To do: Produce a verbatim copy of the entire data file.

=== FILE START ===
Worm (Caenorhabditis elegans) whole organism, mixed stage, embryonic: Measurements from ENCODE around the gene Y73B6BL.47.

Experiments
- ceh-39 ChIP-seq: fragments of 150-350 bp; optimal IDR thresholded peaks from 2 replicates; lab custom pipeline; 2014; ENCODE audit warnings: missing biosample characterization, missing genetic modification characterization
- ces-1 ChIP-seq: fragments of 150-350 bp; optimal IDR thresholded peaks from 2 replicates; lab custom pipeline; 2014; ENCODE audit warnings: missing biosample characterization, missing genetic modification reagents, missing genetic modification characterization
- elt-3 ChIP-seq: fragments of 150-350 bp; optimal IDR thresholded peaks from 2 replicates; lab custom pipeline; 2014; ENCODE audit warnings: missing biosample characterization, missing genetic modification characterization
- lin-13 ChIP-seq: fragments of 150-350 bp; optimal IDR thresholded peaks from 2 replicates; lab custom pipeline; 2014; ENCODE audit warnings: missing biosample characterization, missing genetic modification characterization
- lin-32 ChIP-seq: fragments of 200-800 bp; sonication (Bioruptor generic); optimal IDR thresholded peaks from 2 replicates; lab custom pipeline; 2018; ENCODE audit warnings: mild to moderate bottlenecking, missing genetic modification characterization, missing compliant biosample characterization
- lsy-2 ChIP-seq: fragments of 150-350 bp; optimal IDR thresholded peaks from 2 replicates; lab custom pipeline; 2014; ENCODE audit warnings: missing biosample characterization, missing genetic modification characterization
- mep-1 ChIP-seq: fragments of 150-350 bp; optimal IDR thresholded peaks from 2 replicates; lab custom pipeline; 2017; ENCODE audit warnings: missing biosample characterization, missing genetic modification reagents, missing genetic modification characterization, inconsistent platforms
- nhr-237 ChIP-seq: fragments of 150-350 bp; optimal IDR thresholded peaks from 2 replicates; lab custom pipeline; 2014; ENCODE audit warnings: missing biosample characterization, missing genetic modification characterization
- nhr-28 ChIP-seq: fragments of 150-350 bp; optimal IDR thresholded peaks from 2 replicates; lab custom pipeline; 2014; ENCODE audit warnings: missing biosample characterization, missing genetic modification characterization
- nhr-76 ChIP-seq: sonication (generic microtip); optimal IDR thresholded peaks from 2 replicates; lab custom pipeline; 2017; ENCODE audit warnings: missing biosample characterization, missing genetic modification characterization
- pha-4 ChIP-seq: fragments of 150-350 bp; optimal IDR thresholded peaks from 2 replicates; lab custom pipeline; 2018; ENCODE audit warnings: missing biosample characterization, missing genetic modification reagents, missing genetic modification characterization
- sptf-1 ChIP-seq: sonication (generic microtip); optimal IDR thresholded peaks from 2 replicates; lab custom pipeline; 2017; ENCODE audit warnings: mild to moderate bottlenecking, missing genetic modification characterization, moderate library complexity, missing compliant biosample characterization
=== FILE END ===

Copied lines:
Worm (Caenorhabditis elegans) whole organism, mixed stage, embryonic: Measurements from ENCODE around the gene Y73B6BL.47.

Experiments
- ceh-39 ChIP-seq: fragments of 150-350 bp; optimal IDR thresholded peaks from 2 replicates; lab custom pipeline; 2014; ENCODE audit warnings: missing biosample characterization, missing genetic modification characterization
- ces-1 ChIP-seq: fragments of 150-350 bp; optimal IDR thresholded peaks from 2 replicates; lab custom pipeline; 2014; ENCODE audit warnings: missing biosample characterization, missing genetic modification reagents, missing genetic modification characterization
- elt-3 ChIP-seq: fragments of 150-350 bp; optimal IDR thresholded peaks from 2 replicates; lab custom pipeline; 2014; ENCODE audit warnings: missing biosample characterization, missing genetic modification characterization
- lin-13 ChIP-seq: fragments of 150-350 bp; optimal IDR thresholded peaks from 2 replicates; lab custom pipeline; 2014; ENCODE audit warnings: missing biosample characterization, missing genetic modification characterization
- lin-32 ChIP-seq: fragments of 200-800 bp; sonication (Bioruptor generic); optimal IDR thresholded peaks from 2 replicates; lab custom pipeline; 2018; ENCODE audit warnings: mild to moderate bottlenecking, missing genetic modification characterization, missing compliant biosample characterization
- lsy-2 ChIP-seq: fragments of 150-350 bp; optimal IDR thresholded peaks from 2 replicates; lab custom pipeline; 2014; ENCODE audit warnings: missing biosample characterization, missing genetic modification characterization
- mep-1 ChIP-seq: fragments of 150-350 bp; optimal IDR thresholded peaks from 2 replicates; lab custom pipeline; 2017; ENCODE audit warnings: missing biosample characterization, missing genetic modification reagents, missing genetic modification characterization, inconsistent platforms
- nhr-237 ChIP-seq: fragments of 150-350 bp; optimal IDR thresholded peaks from 2 replicates; lab custom pipeline; 2014; ENCODE audit warnings: missing biosample characterization, missing genetic modification characterization
- nhr-28 ChIP-seq: fragments of 150-350 bp; optimal IDR thresholded peaks from 2 replicates; lab custom pipeline; 2014; ENCODE audit warnings: missing biosample characterization, missing genetic modification characterization
- nhr-76 ChIP-seq: sonication (generic microtip); optimal IDR thresholded peaks from 2 replicates; lab custom pipeline; 2017; ENCODE audit warnings: missing biosample characterization, missing genetic modification characterization
- pha-4 ChIP-seq: fragments of 150-350 bp; optimal IDR thresholded peaks from 2 replicates; lab custom pipeline; 2018; ENCODE audit warnings: missing biosample characterization, missing genetic modification reagents, missing genetic modification characterization
- sptf-1 ChIP-seq: sonication (generic microtip); optimal IDR thresholded peaks from 2 replicates; lab custom pipeline; 2017; ENCODE audit warnings: mild to moderate bottlenecking, missing genetic modification characterization, moderate library complexity, missing compliant biosample characterization